Bishop experiences Pope’s paternal presence, pastoral church

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Diocese of Superior Bishop James P. Powers and Judicial Vicar Fr. Jim Tobolski concelebrated Mass with Pope Francis in St. Peter’s Basilica on Dec. 12, the Feast of Our Lady of Guadalupe. That same day, they both greeted the Holy Father, who was receiving the bishops of the dioceses in Wisconsin, Illinois and Indiana for their “ad limina” visit. (Photo credit: Catholic News Service)

Jenny Snarski
Catholic Herald Staff

“How do you put it into words?”

During an interview with the Catholic Herald, Bishop James P. Powers was hard-pressed to express the experience of his first “ad limina” visit to Rome.

Between October and February, divided into 15 regional groups, every U.S. diocese has been or will be represented and reported on to Pope Francis in Rome.

The visits are called “ad limina apostolorum,” or “ad limina” for short. The Latin phrase means “to the threshold of the apostles” and has “a very definite purpose,” as the Congregation for Bishops’ directory for the “ad limina” visit states: “That is, the strengthening of their own responsibility as successors the apostles and of their hierarchical communion with the successor of Peter.”

Not only is the visit a pilgrimage – a key element of the “ad limina” is venerating the tombs of the pillar apostles of Peter and Paul – it is also a business meeting of sorts, but much more than that.

One of Bishop Powers’ highlights was “the opportunity and privilege,” he shared, “of visiting the four major basilicas” in Rome and renewing the profession of faith. The four include the archbasilica of St. John Latern and the basilicas of St. Peter, St. Mary Major and St. Paul Outside the Walls.

He said, “Sadly, I had only a short time of personal prayer (in each) for the diocesan church.”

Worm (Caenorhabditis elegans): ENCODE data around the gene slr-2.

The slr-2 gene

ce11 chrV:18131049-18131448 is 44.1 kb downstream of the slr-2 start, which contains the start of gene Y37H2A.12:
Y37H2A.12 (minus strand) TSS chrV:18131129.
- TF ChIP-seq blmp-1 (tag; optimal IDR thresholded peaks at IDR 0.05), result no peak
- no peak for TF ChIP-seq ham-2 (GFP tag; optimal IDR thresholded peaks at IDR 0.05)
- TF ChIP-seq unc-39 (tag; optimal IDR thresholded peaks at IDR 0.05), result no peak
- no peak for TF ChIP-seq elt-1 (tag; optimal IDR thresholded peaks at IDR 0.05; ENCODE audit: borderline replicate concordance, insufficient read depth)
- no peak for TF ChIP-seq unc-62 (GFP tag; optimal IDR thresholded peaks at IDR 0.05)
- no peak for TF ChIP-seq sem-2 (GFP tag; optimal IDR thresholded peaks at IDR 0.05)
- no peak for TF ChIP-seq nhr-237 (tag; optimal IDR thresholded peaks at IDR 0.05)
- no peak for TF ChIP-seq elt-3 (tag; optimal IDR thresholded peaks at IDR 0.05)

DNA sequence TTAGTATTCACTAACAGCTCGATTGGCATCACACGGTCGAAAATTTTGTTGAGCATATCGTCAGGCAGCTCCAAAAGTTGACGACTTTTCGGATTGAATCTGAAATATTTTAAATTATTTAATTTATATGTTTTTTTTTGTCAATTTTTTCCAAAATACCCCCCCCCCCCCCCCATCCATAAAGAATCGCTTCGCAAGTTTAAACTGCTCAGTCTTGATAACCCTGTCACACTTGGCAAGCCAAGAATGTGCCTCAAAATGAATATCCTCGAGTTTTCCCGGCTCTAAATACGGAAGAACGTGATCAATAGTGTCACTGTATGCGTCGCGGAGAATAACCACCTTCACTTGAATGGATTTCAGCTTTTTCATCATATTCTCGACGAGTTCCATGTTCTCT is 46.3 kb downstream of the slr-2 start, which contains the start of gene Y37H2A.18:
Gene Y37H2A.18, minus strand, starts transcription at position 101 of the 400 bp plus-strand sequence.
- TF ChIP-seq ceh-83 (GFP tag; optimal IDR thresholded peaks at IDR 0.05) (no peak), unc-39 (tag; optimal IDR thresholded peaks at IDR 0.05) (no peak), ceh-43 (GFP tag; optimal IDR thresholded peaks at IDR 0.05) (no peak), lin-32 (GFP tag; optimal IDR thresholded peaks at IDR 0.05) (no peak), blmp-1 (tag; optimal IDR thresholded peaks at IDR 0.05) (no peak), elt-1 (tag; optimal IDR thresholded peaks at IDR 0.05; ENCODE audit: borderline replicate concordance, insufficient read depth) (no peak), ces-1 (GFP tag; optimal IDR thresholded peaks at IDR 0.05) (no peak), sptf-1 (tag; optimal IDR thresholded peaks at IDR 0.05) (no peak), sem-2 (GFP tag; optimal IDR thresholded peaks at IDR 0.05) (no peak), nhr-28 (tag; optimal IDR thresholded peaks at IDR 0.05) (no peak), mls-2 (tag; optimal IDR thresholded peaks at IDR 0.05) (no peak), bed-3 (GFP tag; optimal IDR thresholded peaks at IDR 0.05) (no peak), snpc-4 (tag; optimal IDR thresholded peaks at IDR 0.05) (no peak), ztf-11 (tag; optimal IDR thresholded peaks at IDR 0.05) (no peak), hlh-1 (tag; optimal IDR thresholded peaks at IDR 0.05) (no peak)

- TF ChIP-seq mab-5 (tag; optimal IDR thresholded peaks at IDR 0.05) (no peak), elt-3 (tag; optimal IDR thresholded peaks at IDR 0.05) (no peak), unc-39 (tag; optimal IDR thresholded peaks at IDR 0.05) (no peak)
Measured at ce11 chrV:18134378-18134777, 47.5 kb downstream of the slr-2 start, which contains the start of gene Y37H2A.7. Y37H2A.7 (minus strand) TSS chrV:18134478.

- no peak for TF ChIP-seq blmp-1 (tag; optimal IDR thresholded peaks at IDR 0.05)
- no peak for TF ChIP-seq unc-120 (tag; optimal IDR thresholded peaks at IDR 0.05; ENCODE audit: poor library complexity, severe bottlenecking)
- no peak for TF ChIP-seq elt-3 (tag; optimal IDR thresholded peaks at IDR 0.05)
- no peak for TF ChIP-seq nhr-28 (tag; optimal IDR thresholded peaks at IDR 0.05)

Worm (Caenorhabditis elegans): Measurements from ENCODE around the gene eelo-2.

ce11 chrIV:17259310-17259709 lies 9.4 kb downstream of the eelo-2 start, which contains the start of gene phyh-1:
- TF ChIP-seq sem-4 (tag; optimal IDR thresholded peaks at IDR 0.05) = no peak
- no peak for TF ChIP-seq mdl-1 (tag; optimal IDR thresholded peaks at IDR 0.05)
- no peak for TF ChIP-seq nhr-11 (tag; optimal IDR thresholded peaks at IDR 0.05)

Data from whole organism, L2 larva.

“Openness and freedom” were two words the bishop used to describe the “ad limina,” which took place Dec. 7-14. The Diocese of Superior is part of Region VII, which includes all 16 dioceses of Wisconsin, Illinois and Indiana; a group of more than 30 bishops and priests travelled together.

Fr. Jim Tobolski, who serves as pastor of St. Francis Xavier Parish in Superior and Northwest dean, accompanied Bishop Powers in his role as judicial vicar.

Fr. Tobolski noted the week was very well organized and very busy.

Both men spoke highly of the fraternity and fellowship they experienced. In particular, Bishop Powers appreciated the brotherhood among the bishops, who rarely spend non-working time together.

Staying at the North American College in Rome, the two had opportunities to convene with seminarians from Wisconsin studying there, as well as a chance to visit the home of U.S. Ambassador to the Vatican Callista Gingrich, a Wisconsin native, and her husband, Newt.

One other notable gathering for the Wisconsin bishops, priests and seminarians was a dinner and private tour of the archeological site at St. Paul Outside the Walls with the basilica’s Wisconsinite Archpriest Cardinal James Harvey.

Even though Bishop Powers and Fr. Tobolski each took part in different meetings and Roman Curia office visits, they similarly called the experiences positive, pastoral and eye-opening.

Bishop Powers admitted he didn’t know what to expect ahead of time. The last round of U.S. “ad limina” visits took place in 2011-2012, and he was ordained and installed as bishop in February 2016.

As part of the remote preparation for the encounter, a bishop, with delegated assistance, prepares a quinquennial report based on a uniform format that concretely and objectively outlines the situation of the diocese for which he is responsible. It includes elements both internal and external to the local church and is sent to Rome months prior to the visit.